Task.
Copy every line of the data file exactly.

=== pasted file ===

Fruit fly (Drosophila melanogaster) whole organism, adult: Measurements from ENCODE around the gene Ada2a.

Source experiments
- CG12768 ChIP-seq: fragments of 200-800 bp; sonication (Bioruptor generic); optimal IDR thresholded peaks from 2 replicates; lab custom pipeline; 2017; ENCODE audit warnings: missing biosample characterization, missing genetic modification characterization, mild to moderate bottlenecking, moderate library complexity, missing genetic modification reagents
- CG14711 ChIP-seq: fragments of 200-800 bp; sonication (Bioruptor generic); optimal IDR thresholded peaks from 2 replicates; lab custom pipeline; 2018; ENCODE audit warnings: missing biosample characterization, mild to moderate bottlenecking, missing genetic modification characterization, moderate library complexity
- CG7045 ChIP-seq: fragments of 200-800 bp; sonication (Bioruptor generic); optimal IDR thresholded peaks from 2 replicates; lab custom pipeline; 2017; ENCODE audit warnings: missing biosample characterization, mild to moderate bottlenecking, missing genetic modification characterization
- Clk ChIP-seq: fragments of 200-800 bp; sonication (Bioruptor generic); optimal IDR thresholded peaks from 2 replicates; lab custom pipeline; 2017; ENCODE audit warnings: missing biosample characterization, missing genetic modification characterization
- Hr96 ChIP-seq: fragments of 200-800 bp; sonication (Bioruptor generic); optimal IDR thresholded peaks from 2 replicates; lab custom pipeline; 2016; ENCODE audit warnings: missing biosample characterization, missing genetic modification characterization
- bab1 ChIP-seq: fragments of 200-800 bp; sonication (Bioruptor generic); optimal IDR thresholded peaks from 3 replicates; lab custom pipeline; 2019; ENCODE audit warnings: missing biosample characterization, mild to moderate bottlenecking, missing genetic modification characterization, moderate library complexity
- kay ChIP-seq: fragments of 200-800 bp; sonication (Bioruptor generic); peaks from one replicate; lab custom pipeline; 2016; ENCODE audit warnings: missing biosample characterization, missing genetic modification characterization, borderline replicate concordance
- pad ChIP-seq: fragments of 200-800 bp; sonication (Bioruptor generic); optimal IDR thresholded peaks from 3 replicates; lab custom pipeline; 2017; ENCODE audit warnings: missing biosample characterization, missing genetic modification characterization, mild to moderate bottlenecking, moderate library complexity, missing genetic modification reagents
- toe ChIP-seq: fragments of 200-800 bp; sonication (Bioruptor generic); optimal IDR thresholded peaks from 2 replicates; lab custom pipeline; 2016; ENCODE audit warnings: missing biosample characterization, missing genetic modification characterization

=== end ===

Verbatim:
Fruit fly (Drosophila melanogaster) whole organism, adult: Measurements from ENCODE around the gene Ada2a.

Source experiments
- CG12768 ChIP-seq: fragments of 200-800 bp; sonication (Bioruptor generic); optimal IDR thresholded peaks from 2 replicates; lab custom pipeline; 2017; ENCODE audit warnings: missing biosample characterization, missing genetic modification characterization, mild to moderate bottlenecking, moderate library complexity, missing genetic modification reagents
- CG14711 ChIP-seq: fragments of 200-800 bp; sonication (Bioruptor generic); optimal IDR thresholded peaks from 2 replicates; lab custom pipeline; 2018; ENCODE audit warnings: missing biosample characterization, mild to moderate bottlenecking, missing genetic modification characterization, moderate library complexity
- CG7045 ChIP-seq: fragments of 200-800 bp; sonication (Bioruptor generic); optimal IDR thresholded peaks from 2 replicates; lab custom pipeline; 2017; ENCODE audit warnings: missing biosample characterization, mild to moderate bottlenecking, missing genetic modification characterization
- Clk ChIP-seq: fragments of 200-800 bp; sonication (Bioruptor generic); optimal IDR thresholded peaks from 2 replicates; lab custom pipeline; 2017; ENCODE audit warnings: missing biosample characterization, missing genetic modification characterization
- Hr96 ChIP-seq: fragments of 200-800 bp; sonication (Bioruptor generic); optimal IDR thresholded peaks from 2 replicates; lab custom pipeline; 2016; ENCODE audit warnings: missing biosample characterization, missing genetic modification characterization
- bab1 ChIP-seq: fragments of 200-800 bp; sonication (Bioruptor generic); optimal IDR thresholded peaks from 3 replicates; lab custom pipeline; 2019; ENCODE audit warnings: missing biosample characterization, mild to moderate bottlenecking, missing genetic modification characterization, moderate library complexity
- kay ChIP-seq: fragments of 200-800 bp; sonication (Bioruptor generic); peaks from one replicate; lab custom pipeline; 2016; ENCODE audit warnings: missing biosample characterization, missing genetic modification characterization, borderline replicate concordance
- pad ChIP-seq: fragments of 200-800 bp; sonication (Bioruptor generic); optimal IDR thresholded peaks from 3 replicates; lab custom pipeline; 2017; ENCODE audit warnings: missing biosample characterization, missing genetic modification characterization, mild to moderate bottlenecking, moderate library complexity, missing genetic modification reagents
- toe ChIP-seq: fragments of 200-800 bp; sonication (Bioruptor generic); optimal IDR thresholded peaks from 2 replicates; lab custom pipeline; 2016; ENCODE audit warnings: missing biosample characterization, missing genetic modification characterization